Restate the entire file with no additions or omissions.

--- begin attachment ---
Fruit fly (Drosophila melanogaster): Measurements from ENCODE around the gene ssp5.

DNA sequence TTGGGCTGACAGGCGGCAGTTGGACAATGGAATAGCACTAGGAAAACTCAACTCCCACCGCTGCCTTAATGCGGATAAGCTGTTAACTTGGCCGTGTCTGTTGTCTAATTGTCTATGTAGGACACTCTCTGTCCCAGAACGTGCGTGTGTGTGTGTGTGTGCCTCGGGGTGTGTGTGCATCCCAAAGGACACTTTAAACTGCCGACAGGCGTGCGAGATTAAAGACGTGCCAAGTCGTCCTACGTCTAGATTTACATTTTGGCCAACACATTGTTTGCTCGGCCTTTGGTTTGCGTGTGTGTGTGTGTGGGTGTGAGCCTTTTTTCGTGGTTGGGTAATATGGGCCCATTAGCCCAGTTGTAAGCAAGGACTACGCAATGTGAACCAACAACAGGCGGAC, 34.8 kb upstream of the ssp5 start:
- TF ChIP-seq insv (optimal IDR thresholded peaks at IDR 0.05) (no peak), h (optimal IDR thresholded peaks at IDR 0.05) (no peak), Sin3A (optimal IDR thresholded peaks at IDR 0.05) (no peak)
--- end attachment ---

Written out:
Fruit fly (Drosophila melanogaster): Measurements from ENCODE around the gene ssp5.

DNA sequence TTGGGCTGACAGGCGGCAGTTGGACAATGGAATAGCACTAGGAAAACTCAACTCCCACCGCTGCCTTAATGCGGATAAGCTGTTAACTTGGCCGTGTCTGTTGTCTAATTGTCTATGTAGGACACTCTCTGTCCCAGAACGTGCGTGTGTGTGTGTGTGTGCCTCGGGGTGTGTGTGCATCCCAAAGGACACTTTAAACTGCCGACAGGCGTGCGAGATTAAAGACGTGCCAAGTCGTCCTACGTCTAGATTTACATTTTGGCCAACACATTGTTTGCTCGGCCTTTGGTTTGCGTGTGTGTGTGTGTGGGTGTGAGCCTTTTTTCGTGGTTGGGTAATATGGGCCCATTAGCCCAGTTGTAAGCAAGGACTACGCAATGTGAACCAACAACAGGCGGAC, 34.8 kb upstream of the ssp5 start:
- TF ChIP-seq insv (optimal IDR thresholded peaks at IDR 0.05) (no peak), h (optimal IDR thresholded peaks at IDR 0.05) (no peak), Sin3A (optimal IDR thresholded peaks at IDR 0.05) (no peak)